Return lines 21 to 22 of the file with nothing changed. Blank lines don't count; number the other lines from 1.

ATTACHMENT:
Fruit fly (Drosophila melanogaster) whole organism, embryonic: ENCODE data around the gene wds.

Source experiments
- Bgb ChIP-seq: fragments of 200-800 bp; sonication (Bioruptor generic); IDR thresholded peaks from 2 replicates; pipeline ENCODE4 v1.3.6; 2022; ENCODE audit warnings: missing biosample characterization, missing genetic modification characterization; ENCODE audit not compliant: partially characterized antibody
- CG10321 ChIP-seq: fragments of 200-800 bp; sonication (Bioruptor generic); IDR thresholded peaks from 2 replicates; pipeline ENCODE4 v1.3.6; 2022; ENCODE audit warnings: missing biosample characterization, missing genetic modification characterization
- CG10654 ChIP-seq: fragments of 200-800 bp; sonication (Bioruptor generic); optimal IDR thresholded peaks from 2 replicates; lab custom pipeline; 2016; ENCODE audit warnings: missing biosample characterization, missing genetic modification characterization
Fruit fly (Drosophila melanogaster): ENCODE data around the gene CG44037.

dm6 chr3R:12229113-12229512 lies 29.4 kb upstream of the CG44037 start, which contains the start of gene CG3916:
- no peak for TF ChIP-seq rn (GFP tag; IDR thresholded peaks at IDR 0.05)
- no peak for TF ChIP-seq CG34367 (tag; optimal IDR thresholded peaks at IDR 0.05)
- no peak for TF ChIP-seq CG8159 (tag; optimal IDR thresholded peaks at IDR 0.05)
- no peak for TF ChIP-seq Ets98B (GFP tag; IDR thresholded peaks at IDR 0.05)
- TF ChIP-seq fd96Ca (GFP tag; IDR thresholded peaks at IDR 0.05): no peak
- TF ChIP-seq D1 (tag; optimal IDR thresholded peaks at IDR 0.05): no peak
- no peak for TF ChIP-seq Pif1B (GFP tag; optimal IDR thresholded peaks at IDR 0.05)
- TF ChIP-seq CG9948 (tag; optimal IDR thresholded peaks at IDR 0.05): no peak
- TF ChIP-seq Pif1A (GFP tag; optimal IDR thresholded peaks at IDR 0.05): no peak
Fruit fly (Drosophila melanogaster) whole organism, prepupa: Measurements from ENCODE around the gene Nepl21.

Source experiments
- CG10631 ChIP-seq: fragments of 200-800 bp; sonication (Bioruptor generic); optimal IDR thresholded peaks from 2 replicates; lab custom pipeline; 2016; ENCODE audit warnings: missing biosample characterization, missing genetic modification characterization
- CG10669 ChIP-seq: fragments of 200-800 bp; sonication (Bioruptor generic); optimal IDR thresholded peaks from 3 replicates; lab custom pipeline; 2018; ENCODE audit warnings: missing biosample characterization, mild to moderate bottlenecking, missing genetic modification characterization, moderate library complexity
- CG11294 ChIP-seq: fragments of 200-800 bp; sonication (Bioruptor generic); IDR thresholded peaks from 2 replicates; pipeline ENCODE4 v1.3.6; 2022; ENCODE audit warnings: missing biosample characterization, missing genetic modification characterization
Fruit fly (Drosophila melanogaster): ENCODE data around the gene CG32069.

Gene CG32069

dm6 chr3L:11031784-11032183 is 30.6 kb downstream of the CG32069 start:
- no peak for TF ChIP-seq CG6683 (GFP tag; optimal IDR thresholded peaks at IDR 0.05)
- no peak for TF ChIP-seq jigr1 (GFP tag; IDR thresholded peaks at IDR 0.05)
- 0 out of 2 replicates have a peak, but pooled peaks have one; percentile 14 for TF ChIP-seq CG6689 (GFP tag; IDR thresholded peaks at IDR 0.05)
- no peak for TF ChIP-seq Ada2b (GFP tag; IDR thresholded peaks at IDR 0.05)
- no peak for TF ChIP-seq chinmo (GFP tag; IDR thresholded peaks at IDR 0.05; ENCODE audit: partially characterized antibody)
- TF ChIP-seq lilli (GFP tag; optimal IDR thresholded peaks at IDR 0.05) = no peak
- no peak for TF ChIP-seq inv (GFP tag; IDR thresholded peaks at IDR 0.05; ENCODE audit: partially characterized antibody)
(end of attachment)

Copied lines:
- CG11294 ChIP-seq: fragments of 200-800 bp; sonication (Bioruptor generic); IDR thresholded peaks from 2 replicates; pipeline ENCODE4 v1.3.6; 2022; ENCODE audit warnings: missing biosample characterization, missing genetic modification characterization
Fruit fly (Drosophila melanogaster): ENCODE data around the gene CG32069.